Mr. Trump has let her down: he has, alas, not blown the world up. Indeed, he has been rather isolationist, more eager to repatriate troops than to send them out to desert sands in the attempt to turn immemorial tyrannies into democracies.

The number of American military deaths in the last four years has been lamentably low, from the point of view of Dr. Lee’s predictions. And, of course, we all know how attached we are to our predictions once we have made them. Let the heavens fall, so long as I am proved right.

Dr. Lee believes that Mr. Trump is certifiably mad and ought to be locked up, presumably forever since the condition from which he suffers—what my school teachers used to call bad character—is incurable, at least unless there have been medical advances of which I have not heard since I retired as a doctor.

Dr. Lee claims to have treated hundreds or thousands of characters, to whom she attributes psychopathy, with what rate of success she does not say, though I suspect that it must be very low. Everyone knows how exasperating people with character defects are, how refractory they are to appeals to reason, reform, or even to self-interest.

They are so exasperating, in fact, that they make one long to punish them for all the aggravation they have caused, and turn one almost sadistic in one’s desire for revenge upon them. Dr. Lee accuses Mr. Trump of enjoyment of infliction of misery on others, but I suspect (though of course, I admit that I haven’t met her any more than she has met Mr. Trump) that she would much enjoy inflicting pain on him.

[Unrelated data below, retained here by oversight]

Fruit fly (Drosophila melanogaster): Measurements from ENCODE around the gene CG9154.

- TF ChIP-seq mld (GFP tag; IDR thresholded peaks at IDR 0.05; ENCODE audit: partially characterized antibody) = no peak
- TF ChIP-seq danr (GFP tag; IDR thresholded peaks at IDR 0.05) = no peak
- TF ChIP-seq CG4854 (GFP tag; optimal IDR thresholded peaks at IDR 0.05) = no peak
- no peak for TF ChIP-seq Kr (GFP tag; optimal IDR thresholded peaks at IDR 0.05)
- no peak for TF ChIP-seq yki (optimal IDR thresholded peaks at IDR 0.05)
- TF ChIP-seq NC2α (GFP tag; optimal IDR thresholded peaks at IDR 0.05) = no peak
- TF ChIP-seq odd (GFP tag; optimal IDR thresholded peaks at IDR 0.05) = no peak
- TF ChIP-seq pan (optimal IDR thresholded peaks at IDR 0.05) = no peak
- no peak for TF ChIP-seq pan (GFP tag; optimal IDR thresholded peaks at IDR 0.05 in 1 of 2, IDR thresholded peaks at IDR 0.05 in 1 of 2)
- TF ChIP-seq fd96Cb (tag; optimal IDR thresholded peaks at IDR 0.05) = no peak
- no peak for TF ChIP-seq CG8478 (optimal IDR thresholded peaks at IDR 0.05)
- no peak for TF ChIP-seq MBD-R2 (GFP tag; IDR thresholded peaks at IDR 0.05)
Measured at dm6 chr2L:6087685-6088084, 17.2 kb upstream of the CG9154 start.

There is only one solution to the problem. Since the relationship between Mr. Trump’s and Dr. Lee’s respective madness, loosely so-called, is dialectical, they should be locked up together. The only problem is that they would drive each other mad.

Theodore Dalrymple is a retired doctor. He is contributing editor of the City Journal of New York and the author of 30 books, including “Life at the Bottom.” His latest book is “Embargo and Other Stories.”
Views expressed in this article are opinions of the author and do not necessarily reflect the views of The Epoch Times.
Theodore Dalrymple is a retired doctor. He is contributing editor of the City Journal of New York and the author of 30 books, including “Life at the Bottom.” His latest book is “Embargo and Other Stories.”